A man went to find God in an old forest. He walked for days through vast tracts of wood and meadow, until he came upon a rot-smoldering stump. He sat down on the stump as it seemed a convenient chair to wait for god. Well, he thought this could be the stump of the tree … Continue reading Of Logs, Splinters, and God
Winter is here, but it isn’t on the Cape, hot and clear seventy-two with patches of sun, no snow, the seagulls from Seattle have moved in and settled to share the festivities of krill with wayward penguins sunbathing on the beach. Winter is here; but not on the Cape of Horn, forties and fifties with … Continue reading Winter is Here
Jeffery carried a guitar slung on his back. He did not know how to play it, not really. Although, he could strum enough to accompany himself singing “Red River Valley.” It might be noted that saying Jeffery sang “Red River Valley” is somewhat of an exaggeration. He played the four or five chords he knew … Continue reading The Axeman at the Cowboy Poetry Open Mic
Canute stood on the shore and drew a line in the sand The tide rolled in and ole Canute could not stand and stay dry, so he stepped away and said "O pride of men will make men dead." Old DjT took his magic marker and drew (o, so proud) hurricane lines a lot darker … Continue reading Dorian goes This Way
This Montana boy is dinkum apologetic because "dinkum" does not appear in his poetic aesthetic For, though a dinkum shameless lingual thief, He’s ashamed, as a dinkum fly-over American inlander, (O, let us in dinkum shame be brief) to never have pilfered "dinkum" from any dinkum New Zealander!
Eric was frosted. The new young Bishop had not asked him to narrate the Christmas program. For the first time in twenty-seven years, the Bishop had not called on him, with his trained voice, to read the verses of Luke and introduce the Elders, the women, and the children each in their turn. For the … Continue reading On the Seventh Day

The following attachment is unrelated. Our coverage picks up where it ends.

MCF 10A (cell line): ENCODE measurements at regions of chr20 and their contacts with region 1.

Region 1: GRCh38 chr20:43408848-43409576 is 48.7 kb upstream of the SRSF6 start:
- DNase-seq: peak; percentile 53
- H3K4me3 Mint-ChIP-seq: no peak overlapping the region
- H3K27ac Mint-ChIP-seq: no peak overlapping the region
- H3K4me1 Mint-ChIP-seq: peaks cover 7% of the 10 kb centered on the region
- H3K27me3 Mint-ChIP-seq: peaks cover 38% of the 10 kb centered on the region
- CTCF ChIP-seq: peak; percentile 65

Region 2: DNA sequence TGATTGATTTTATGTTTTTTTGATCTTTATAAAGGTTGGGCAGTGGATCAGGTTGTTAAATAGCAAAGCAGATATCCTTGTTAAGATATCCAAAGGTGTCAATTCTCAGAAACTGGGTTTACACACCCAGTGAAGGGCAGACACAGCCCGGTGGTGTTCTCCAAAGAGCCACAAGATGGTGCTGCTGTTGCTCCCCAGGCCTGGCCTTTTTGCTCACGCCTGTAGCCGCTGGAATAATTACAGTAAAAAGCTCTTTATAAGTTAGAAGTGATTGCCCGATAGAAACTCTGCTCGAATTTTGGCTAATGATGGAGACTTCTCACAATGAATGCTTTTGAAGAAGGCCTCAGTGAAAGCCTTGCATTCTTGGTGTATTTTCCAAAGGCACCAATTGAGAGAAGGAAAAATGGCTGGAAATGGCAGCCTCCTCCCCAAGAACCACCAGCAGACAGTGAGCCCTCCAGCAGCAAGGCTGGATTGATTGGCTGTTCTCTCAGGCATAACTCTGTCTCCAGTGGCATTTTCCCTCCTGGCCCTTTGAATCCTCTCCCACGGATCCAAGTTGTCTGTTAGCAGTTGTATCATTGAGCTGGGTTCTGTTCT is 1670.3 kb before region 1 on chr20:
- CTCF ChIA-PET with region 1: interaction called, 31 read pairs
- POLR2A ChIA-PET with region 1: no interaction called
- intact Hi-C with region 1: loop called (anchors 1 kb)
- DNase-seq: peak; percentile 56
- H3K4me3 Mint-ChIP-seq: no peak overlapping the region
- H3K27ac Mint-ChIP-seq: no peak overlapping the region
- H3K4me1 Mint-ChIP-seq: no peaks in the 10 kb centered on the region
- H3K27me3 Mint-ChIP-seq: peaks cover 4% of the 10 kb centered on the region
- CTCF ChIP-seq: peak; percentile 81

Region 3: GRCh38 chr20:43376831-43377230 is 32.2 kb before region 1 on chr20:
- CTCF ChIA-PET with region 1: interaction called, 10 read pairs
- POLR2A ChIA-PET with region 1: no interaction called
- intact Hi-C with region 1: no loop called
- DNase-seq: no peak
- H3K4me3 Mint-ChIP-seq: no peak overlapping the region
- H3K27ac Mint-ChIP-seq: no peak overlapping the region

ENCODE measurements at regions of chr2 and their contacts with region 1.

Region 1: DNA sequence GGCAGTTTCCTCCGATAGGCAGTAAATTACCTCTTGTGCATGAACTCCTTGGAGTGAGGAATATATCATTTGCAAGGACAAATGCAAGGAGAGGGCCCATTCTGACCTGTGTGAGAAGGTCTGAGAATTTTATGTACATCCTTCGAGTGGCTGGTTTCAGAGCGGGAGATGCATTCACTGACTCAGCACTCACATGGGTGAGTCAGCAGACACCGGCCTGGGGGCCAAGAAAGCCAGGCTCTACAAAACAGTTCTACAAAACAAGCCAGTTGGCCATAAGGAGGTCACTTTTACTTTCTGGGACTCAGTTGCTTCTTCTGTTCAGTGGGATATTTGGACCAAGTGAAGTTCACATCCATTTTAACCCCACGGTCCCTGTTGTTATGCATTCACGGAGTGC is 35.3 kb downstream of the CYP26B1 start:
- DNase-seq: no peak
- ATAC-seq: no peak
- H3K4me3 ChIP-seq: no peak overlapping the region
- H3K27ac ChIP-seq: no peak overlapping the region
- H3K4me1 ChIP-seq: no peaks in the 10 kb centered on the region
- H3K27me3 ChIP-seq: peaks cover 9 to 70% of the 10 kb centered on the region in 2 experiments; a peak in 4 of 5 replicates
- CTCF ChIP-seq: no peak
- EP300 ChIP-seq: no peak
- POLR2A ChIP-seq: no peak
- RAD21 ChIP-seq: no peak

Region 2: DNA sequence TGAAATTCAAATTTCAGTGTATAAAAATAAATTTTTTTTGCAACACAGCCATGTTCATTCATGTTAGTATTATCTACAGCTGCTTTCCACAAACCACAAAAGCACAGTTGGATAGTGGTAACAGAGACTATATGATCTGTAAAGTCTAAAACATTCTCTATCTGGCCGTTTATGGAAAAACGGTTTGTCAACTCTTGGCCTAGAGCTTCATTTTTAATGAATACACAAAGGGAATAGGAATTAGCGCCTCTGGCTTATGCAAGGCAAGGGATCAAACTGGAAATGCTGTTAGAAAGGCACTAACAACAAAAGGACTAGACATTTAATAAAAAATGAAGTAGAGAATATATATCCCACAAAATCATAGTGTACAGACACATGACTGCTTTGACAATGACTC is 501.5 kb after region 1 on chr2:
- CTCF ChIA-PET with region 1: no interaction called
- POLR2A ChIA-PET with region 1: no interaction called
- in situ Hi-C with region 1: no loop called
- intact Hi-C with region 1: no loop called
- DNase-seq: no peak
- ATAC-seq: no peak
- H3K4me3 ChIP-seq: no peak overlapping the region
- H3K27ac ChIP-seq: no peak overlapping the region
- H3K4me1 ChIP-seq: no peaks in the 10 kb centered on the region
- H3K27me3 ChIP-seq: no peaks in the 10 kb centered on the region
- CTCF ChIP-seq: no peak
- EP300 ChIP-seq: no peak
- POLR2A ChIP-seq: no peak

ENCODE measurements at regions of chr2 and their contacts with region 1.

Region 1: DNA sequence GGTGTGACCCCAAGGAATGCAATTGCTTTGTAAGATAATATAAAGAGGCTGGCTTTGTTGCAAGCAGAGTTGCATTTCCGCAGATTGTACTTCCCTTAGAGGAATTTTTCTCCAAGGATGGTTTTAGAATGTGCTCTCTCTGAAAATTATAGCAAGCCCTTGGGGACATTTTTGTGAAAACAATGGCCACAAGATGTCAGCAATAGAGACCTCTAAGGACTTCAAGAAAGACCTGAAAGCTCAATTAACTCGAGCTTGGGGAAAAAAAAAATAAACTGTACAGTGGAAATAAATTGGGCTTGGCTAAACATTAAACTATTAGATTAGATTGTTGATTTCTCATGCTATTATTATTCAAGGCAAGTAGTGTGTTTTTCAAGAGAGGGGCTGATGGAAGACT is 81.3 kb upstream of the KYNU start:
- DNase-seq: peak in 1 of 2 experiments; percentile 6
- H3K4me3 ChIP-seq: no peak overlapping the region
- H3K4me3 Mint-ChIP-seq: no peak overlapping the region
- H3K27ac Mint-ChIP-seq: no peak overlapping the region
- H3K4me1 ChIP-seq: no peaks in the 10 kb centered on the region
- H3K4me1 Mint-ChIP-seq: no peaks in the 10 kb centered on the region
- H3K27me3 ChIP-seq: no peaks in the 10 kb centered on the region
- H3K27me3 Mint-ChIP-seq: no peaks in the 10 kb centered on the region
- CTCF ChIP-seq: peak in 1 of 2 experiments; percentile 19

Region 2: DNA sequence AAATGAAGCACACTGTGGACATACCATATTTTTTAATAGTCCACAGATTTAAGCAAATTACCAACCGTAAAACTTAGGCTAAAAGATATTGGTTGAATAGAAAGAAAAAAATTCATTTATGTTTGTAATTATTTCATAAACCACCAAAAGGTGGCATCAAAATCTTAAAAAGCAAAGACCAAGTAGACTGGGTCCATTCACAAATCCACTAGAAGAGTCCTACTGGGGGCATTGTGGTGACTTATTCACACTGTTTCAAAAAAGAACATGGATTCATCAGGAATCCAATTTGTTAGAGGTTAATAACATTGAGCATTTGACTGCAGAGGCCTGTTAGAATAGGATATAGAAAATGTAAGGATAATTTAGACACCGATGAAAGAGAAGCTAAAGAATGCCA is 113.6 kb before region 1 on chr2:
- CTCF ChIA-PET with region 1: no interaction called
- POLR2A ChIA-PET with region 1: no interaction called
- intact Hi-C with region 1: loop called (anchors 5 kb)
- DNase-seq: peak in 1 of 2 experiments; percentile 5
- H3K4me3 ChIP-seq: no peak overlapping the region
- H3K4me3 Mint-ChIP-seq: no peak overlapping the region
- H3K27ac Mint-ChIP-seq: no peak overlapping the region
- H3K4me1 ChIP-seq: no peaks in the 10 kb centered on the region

“It’s the Win’er’s Solice today,” Bert Osburned said. “I think. Isn’t it?” He pulled his heavy brows down over his little eyes, a serious frown, which is about the way he made all his proclamations. He wore a wide brim hat and scuffed boots and had been a history teacher at the high school. Since … Continue reading A December Twenty-First Argument
Eric Studdard was working on his three hundred and twenty-third masterpiece. This one would be a winner for sure. He had spent the better part of an hour on it and the poem was currently two hundred and ninety-seven words long, with thirty-one lines and seven and ¾ completed verses. It was composed along the … Continue reading “Cynosure” Fumbles a Masterpiece
On Monday the wind blew from the North On Friday the wind blows from the South. Both are cold winds. I feel the chill taint of October or perhaps November.
Upon reading the tag for the Ragtag word of the day, and after looking at the Urban Dictionary invective referenced therein, I just—JUST—could not resist the following diatribe on one of my fav hobbies-hosses (trying to grave our vocabulary in concrete tombs) which also includes one of my pettest peeves—undervaluing the full, social, historic, and … Continue reading Re: the RPD Writeup on ‘Fleek”